taking a listen
taking a listen
reviews of local & state music CDs
THE COAL MEN — Kids With Songs
The 2007 additions of Chris Frame (Son Volt) on guitar and Jen Gunderman (the Jayhawks) on keyboards was a boon to Nashville alt-rockers the Coal Men (www.thecoalmen.com) (w at the time, so why go back to a trio? Music City isn’t exactly known for its stripped-down country twang and the additional depth made an immediate impact on their last album Beauty Is A Moment. After 10 years together, the band has put together another solid effort with their third full-length release, Kids With Songs, a collection of material that’s not as overly Southern as their previous efforts but possesses the same sentimental bent that has come to define the Coal Men. Remnants of that richly complex sound can still be heard on the album’s title track thanks to the heavy reverb of frontman Dave Coalman’s guitar. There’s a somewhat forgettable foray into later-era jangle that follows on “Nightingale,” but arguably the album’s strongest track makes that a distant memory immediately after. “Houston Memory” is a solemn tale of a divided relationship accented in the background by a stuttering rhythm guitar. “Almost” is easily the album’s most countrified track, despite the play “Farther Find Me Now” has received thanks to it’s inclusion on The Deadliest Catch, but Kids With Songs mostly skirts the accepted notions of what alt-country is.
The Coalmen will perform at the Garage on Thursday at 9 p.m.
ILAD — Here//There
It could be said that ILAD’s (www.iladmusic.com) third album Here//There is their most definitive to date, but the question would then be “what is being defined?” Just as the band’s name could be a reference to any number of things, i.e. a Somalian village or an acronym for brain receptors affected by LSD, the album itself is a complete stylistic enigma. It’s in the vein of the best of Tortoise and, dare I say, Radiohead, described best by whatever style the percussionists happen to be dabbling in at the time, with layers of reverbed vocals, sound effects and loopy keys laid over top, all capriciously rising and falling within the context of each piece. The band brings their entire arsenal to battle, whether it be banjo, accordion, Wurlitzer, flutes, didgeridoo, glockenspiel, chimes, etc. in the pursuit of free jazz, free folk, free everything. The sheer diversity can be a bit overpowering at times, but never enough to elicit a move toward the OFF button. Those looking for big hooks or any other sort of impressing elements might be disappointed, since the unnerving elements that burned bands like TV on the Radio and Radiohead into our psyches are mostly lacking, yet it still manages to challenge the listener just enough to keep moving forward and rewards persistence every time.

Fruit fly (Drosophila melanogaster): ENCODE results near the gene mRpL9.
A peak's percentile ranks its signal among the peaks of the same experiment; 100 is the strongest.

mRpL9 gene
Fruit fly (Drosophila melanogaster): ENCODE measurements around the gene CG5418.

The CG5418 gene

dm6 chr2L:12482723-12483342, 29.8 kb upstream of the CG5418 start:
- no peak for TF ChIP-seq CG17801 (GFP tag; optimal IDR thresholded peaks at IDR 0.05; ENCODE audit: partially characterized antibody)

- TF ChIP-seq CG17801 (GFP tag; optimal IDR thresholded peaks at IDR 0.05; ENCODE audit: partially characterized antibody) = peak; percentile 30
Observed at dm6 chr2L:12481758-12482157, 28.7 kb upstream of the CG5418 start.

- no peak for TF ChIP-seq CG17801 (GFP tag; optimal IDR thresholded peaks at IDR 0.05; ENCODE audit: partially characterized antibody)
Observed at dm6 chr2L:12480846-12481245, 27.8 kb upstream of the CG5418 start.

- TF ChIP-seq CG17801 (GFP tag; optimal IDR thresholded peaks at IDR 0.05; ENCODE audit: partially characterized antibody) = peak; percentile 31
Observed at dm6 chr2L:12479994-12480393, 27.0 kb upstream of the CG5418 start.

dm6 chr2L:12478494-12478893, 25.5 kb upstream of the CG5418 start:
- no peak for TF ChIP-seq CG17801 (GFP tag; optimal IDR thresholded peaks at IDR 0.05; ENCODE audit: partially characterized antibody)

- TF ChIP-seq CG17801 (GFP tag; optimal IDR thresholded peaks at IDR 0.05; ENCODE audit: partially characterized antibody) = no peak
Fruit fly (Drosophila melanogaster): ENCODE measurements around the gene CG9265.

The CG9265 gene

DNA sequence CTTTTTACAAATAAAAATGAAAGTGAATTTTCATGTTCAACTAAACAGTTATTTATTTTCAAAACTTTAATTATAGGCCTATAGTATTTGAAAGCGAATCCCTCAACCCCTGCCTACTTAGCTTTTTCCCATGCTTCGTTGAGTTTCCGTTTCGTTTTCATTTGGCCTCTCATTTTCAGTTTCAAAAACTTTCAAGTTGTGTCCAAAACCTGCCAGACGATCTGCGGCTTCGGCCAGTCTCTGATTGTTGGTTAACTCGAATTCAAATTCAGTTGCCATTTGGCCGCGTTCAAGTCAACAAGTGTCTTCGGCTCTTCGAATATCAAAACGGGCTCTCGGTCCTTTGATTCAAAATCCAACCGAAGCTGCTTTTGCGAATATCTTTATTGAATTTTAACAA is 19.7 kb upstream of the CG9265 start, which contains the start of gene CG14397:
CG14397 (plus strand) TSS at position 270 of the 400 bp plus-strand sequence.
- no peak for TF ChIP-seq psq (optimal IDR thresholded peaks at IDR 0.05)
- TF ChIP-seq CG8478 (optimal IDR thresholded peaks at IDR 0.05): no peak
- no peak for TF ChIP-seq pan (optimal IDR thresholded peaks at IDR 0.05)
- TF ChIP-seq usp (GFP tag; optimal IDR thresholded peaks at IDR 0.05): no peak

ILAD will perform at the Green Bean on Friday at 9 p.m.
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